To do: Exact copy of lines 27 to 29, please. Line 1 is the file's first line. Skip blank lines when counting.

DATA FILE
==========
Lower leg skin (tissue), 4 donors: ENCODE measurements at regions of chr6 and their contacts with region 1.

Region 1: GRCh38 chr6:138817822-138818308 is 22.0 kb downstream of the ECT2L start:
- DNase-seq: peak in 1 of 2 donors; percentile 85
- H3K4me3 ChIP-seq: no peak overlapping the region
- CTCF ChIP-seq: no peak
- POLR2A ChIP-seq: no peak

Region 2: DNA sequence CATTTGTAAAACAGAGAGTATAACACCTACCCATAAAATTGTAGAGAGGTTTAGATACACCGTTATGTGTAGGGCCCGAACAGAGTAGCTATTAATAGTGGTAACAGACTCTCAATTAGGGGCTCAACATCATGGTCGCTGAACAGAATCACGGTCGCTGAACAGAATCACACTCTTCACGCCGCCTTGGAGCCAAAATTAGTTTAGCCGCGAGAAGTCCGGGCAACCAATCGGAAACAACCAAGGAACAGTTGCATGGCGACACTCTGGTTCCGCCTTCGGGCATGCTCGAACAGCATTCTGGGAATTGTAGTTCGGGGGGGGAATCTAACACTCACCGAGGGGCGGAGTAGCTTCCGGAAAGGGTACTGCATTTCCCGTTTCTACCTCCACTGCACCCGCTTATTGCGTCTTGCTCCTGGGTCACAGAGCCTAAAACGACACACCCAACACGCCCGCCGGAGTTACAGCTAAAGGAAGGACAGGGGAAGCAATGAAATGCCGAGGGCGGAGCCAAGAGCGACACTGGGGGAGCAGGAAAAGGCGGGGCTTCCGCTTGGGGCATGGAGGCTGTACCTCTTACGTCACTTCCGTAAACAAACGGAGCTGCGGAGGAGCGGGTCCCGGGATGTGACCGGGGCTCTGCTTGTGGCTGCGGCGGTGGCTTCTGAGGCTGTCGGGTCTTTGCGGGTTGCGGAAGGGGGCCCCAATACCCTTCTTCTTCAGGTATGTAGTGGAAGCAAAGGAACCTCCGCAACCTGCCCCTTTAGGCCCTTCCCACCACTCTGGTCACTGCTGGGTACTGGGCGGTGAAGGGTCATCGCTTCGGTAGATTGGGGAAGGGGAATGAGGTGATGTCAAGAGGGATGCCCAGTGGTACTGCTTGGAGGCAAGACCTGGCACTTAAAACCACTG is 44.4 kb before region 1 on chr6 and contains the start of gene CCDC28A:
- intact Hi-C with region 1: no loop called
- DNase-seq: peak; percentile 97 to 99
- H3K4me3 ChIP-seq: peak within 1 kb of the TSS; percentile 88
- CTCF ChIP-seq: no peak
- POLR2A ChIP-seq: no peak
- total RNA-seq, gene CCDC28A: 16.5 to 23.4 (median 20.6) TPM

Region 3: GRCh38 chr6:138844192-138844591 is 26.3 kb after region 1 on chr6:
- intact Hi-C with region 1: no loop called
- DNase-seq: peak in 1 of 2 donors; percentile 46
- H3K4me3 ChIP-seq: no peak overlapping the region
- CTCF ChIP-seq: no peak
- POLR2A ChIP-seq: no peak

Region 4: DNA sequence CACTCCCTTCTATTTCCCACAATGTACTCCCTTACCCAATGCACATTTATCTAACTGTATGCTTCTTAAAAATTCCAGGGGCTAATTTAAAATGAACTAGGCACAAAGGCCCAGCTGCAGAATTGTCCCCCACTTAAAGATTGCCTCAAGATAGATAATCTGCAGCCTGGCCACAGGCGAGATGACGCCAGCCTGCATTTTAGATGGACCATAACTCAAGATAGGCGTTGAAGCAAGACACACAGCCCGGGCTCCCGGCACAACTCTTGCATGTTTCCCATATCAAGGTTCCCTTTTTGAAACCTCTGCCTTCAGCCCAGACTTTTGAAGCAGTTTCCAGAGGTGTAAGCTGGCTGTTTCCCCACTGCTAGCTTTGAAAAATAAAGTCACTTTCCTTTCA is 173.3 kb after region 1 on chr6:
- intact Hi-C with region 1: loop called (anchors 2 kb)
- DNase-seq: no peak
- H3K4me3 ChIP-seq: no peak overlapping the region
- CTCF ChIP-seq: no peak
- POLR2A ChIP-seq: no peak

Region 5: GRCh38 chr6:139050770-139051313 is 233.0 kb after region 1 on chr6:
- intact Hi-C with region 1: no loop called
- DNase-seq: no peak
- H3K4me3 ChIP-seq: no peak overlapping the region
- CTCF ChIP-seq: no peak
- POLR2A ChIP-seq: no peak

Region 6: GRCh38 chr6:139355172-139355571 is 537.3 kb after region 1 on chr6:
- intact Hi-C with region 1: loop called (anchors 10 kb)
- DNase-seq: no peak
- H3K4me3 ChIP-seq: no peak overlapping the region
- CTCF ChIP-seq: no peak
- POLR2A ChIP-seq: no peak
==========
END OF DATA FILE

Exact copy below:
- intact Hi-C with region 1: no loop called
- DNase-seq: no peak
- H3K4me3 ChIP-seq: no peak overlapping the region